Growing up, I was never afraid of the typical things that scared other kids, like nonexistent monsters. In preschool, I abruptly stopped watching Thomas the Tank Engine when a character stuck their tongue out at a painting—and the figure in the painting stuck its tongue out in return. On my first trip to Disney World at age four, I tolerated the singing birds in the Tiki Room but freaked out when the walls started singing. At age six, I was horrified to find a duplicate of my favorite teddy bear—just as worn as the “real” one—hidden in a closet.
I couldn’t imagine that anyone else could find these things frightening or experience ineffable horror because something was slightly off. All of these stories, which sound amusing in retrospect, were horrifying at the time and shaped my imagination. I developed a lifelong fascination with doppelgängers.
What do all of these seemingly random, bizarre incidents have in common? They challenged what I thought I understood about the world. They made something familiar and natural its opposite.
I didn’t revisit these early memories until I read Freud’s essay The Uncanny in my freshman gothic literature class at Stonehill College in fall 2007. Freud writes that the word “uncanny” is difficult to define but can describe an ineffable feeling of dread or wrongness. Uncanny (unheimlich in German) literally means unfamiliar or not homey.
“Thus heimlich is a word the meaning of which develops in the direction of ambivalence, until it finally coincides with its opposite, unheimlich. Unheimlich is in some way or other a sub-species of Heimlich (4).” In other words, it’s not unfamiliarity itself, but the inability to tell whether something is familiar or unfamiliar, which is so unsettling and threatening. Freud uses anecdotal evidence from literature and his own and patients’ lives to support this idea. Uncertainty can be uncanny, especially when we can’t tell whether someone or something is animate or inanimate. It’s how most people feel when seeing a dead body, and Freud thinks that it’s vestigial, from a time when most of our ancestors believed in ghosts.
Long before I could articulate why, Tchaikovsky’s ballet The Nutcracker always horrified me on a visceral level. I loved most of its elements individually: symphonic music, Christmas, fairytales with princes or princesses. Together, however, these pieces were totally unsettling. Instead of a romance between royals who are close in age, it’s the story of a wooden nutcracker—a child’s toy—that transforms into a prince. He’s the adult love interest in a young girl’s romantic dream. He’s also an inanimate object that transforms into a person.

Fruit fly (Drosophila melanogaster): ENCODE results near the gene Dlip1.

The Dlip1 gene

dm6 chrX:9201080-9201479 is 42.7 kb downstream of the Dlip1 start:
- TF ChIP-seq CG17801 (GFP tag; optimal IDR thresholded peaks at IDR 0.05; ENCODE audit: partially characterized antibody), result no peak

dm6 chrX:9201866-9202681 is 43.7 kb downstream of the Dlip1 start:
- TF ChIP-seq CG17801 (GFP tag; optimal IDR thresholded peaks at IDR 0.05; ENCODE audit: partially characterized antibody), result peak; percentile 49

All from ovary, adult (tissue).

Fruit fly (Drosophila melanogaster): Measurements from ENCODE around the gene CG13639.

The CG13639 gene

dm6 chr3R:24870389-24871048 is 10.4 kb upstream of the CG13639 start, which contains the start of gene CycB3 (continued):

This eerie, liminal space between right and wrong, comforting and creepy, alive or not, illustrates Freud’s descriptions in “The Uncanny.” While researching the uncanny, I discovered that the author of the original story of The Nutcracker was E.T.A. Hoffman. Freud draws extensively on Hoffman’s other stories to illustrate “The Uncanny.” Although I wasn’t previously aware of this connection, it doesn’t surprise me at all. Hoffman’s stories share common elements, such as ghastly creations that are intended to be magical.
All of this might sound esoteric, but the concept of the uncanny persists under different names throughout our culture. Some people would call unexpectedly seeing a double, like I did with my teddy bear, “a glitch in the Matrix.” Anyone who’s experienced déjà vu remembers the unsettling feeling of being unsure whether something is familiar or unfamiliar. As robots, dolls, and computer animation become increasingly realistic, they also approach the uncanny. This concept is called the uncanny valley.
I became obsessed with the uncanny valley and found websites that plotted modern examples of it on graphs. The graphs formed a bell curve, with the least uncanny phenomena (industrial, non-humanoid robots and “healthy people”) at the extremes. The most uncanny things, including marionette puppets and automata, were found in the middle of the curve. To my horror, other entries right in the middle included “prosthetic limbs,” “disabled people,” and even “the way a physically disabled person moves.” I hope that by 2019 standards (as opposed to 2007), the ableism here is apparent.
Did I always feel unconsciously freaked out by the uncanny because of its connection to ableism? I’m not sure, but from a young age, I was horrified whenever non-disabled people treated me as strange or different. I have cerebral palsy and a distinctive gait. Freud repeatedly uses disability and physical and mental illnesses to illustrate the uncanny. His examples include epilepsy and “dismembered limbs” (14). People with other disabilities have also connected ableism to the uncanny. If we feel repulsed by something or someone, it’s often necessary to examine why and ask whether the root is prejudice.By signing up you agree to our Terms of Service